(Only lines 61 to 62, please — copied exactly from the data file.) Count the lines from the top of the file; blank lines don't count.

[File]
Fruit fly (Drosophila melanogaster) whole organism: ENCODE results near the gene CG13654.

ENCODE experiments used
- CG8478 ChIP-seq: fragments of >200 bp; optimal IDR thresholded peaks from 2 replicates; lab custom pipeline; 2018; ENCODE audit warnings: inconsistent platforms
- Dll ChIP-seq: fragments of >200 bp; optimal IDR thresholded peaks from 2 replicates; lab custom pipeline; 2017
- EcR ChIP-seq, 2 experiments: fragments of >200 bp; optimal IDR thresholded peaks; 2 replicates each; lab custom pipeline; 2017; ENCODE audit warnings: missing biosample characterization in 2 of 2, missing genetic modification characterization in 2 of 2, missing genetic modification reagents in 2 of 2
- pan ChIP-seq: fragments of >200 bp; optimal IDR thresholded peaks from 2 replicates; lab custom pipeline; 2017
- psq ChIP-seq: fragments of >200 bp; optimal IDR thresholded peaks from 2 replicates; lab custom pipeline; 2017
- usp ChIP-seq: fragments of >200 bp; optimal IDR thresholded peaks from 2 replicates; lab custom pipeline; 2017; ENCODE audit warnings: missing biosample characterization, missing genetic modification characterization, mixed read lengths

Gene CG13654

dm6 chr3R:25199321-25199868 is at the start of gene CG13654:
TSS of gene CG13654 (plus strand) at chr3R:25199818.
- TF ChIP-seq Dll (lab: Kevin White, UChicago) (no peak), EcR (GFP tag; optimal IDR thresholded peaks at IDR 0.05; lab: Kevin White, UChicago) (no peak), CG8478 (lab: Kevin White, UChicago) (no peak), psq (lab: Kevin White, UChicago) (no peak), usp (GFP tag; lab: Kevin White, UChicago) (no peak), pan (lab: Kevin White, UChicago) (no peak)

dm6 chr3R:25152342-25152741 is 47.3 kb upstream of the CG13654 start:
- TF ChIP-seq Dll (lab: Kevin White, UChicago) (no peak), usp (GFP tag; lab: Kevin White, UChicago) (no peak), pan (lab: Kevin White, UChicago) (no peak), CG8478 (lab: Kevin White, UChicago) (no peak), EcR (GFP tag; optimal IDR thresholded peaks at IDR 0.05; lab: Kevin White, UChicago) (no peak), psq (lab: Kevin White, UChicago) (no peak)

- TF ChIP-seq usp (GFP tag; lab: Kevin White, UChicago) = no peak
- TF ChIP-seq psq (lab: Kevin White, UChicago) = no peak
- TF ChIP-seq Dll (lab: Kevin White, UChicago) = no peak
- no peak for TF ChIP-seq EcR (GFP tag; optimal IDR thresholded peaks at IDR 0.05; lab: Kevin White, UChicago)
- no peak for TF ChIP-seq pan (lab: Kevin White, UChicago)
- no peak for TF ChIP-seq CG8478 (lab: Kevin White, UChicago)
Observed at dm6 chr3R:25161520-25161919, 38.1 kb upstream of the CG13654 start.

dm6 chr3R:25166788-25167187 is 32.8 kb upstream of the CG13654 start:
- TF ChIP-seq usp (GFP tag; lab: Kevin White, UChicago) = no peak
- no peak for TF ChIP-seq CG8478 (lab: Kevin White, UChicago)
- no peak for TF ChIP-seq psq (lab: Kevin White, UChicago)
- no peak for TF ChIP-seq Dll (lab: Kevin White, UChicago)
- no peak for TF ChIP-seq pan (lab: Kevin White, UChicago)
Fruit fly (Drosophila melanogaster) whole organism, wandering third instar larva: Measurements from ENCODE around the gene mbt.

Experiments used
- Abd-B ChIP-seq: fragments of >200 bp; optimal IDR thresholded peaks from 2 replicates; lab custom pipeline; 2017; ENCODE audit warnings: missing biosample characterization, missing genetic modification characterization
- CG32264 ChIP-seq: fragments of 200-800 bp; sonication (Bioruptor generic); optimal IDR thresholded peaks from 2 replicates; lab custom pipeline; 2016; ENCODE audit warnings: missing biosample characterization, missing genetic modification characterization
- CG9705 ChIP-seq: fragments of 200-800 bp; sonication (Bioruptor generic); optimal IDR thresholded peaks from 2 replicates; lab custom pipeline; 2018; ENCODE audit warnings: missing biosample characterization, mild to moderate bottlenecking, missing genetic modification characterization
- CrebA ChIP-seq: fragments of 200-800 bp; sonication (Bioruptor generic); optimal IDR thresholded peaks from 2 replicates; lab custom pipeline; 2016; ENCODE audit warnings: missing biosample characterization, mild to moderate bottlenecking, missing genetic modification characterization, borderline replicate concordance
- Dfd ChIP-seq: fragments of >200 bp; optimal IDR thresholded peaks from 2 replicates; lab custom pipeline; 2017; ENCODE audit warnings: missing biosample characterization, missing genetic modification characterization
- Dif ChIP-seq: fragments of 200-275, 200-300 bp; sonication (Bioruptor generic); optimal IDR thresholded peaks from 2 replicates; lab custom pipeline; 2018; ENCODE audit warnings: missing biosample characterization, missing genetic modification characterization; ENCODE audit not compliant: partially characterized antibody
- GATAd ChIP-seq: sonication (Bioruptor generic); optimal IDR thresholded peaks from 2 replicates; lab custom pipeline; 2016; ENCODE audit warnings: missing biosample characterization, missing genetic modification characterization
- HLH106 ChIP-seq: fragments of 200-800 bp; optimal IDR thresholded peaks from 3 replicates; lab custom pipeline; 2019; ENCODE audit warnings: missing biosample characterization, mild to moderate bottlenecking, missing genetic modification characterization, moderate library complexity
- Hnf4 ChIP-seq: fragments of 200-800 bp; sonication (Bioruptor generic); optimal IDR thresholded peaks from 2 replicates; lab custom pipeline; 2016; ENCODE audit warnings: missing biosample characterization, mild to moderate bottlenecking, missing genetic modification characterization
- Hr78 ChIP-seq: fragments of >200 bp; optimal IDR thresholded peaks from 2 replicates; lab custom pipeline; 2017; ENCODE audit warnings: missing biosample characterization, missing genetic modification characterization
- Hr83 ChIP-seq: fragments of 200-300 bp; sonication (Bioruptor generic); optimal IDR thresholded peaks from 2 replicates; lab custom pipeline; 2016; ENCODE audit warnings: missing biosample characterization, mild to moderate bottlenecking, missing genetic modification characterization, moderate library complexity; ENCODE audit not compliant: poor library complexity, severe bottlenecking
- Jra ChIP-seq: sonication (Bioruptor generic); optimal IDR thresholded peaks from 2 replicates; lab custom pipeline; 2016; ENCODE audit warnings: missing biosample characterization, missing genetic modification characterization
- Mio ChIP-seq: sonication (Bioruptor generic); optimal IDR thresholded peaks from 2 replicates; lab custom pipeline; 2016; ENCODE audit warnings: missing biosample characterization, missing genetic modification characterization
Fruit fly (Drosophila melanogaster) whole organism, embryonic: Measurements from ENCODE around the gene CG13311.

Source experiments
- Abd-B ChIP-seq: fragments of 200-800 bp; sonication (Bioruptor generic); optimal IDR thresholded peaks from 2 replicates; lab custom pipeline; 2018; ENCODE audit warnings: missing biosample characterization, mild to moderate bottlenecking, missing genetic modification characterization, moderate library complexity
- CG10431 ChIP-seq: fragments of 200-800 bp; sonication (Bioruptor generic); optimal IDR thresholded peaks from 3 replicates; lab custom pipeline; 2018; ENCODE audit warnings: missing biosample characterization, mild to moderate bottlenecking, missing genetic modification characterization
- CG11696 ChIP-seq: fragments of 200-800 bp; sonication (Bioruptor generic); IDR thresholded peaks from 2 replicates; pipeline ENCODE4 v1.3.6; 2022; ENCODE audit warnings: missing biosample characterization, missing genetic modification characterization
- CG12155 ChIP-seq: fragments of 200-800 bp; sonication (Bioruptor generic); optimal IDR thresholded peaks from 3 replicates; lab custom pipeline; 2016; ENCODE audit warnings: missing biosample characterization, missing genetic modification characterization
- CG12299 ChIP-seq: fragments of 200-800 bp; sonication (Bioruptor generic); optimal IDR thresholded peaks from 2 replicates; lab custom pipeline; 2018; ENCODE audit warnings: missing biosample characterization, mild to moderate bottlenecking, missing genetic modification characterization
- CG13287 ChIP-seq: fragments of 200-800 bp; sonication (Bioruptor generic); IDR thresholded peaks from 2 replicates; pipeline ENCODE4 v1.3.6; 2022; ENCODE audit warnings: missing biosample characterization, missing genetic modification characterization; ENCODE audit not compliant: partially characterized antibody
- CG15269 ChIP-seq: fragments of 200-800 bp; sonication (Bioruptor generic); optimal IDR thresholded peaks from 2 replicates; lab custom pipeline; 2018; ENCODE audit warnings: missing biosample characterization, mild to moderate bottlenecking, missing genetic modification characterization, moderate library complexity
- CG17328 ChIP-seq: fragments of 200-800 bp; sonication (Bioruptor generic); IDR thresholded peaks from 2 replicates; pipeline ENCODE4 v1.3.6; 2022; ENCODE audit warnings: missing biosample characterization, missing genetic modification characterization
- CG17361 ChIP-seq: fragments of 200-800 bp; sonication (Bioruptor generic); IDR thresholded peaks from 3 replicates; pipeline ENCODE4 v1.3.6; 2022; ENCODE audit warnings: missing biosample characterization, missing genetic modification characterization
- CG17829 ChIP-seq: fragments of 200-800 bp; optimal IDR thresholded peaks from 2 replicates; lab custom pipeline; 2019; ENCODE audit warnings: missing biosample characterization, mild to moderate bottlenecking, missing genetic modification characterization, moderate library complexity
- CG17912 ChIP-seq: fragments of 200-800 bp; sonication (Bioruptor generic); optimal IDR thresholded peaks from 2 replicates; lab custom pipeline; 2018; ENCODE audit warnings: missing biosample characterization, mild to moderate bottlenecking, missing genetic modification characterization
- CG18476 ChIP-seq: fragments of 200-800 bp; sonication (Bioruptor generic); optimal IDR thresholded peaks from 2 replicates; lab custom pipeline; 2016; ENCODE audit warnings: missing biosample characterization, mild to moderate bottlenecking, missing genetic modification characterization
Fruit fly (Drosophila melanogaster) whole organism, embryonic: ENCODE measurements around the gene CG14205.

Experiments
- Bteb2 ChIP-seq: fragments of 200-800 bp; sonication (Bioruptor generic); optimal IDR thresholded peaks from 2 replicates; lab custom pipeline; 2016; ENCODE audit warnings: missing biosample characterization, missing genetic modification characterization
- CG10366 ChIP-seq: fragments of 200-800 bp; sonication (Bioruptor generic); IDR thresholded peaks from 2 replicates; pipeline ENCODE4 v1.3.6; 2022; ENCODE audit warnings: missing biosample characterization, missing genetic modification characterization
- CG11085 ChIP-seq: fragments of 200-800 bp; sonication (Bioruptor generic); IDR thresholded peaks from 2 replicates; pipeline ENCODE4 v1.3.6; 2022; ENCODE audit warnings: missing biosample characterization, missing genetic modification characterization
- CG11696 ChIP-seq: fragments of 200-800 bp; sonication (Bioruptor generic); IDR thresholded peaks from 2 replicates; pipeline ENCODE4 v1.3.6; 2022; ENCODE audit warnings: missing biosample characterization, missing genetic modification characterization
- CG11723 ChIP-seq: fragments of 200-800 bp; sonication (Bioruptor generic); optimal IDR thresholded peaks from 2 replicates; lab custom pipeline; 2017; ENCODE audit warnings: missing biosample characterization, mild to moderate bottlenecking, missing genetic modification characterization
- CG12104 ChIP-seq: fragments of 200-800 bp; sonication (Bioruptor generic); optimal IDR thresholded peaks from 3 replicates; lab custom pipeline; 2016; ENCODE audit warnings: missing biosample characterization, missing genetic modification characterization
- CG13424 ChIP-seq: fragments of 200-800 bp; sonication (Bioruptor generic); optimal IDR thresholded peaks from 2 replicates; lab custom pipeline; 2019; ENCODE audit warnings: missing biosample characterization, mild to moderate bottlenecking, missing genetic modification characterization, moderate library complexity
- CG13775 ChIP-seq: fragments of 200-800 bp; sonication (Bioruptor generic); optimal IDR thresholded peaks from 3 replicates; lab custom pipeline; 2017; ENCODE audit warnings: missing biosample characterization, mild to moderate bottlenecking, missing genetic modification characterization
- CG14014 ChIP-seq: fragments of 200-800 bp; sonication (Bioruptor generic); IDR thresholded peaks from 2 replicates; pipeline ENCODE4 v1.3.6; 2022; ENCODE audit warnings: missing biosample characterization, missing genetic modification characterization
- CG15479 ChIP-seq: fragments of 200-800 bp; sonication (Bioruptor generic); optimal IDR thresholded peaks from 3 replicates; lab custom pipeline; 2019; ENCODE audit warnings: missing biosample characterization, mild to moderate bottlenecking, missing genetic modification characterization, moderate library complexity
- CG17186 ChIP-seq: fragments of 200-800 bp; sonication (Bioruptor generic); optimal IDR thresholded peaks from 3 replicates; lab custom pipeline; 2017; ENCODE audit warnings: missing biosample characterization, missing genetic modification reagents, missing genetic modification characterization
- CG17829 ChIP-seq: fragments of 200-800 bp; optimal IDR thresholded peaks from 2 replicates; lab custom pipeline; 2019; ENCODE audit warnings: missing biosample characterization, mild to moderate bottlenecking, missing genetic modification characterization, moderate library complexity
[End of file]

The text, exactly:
- CG11085 ChIP-seq: fragments of 200-800 bp; sonication (Bioruptor generic); IDR thresholded peaks from 2 replicates; pipeline ENCODE4 v1.3.6; 2022; ENCODE audit warnings: missing biosample characterization, missing genetic modification characterization
- CG11696 ChIP-seq: fragments of 200-800 bp; sonication (Bioruptor generic); IDR thresholded peaks from 2 replicates; pipeline ENCODE4 v1.3.6; 2022; ENCODE audit warnings: missing biosample characterization, missing genetic modification characterization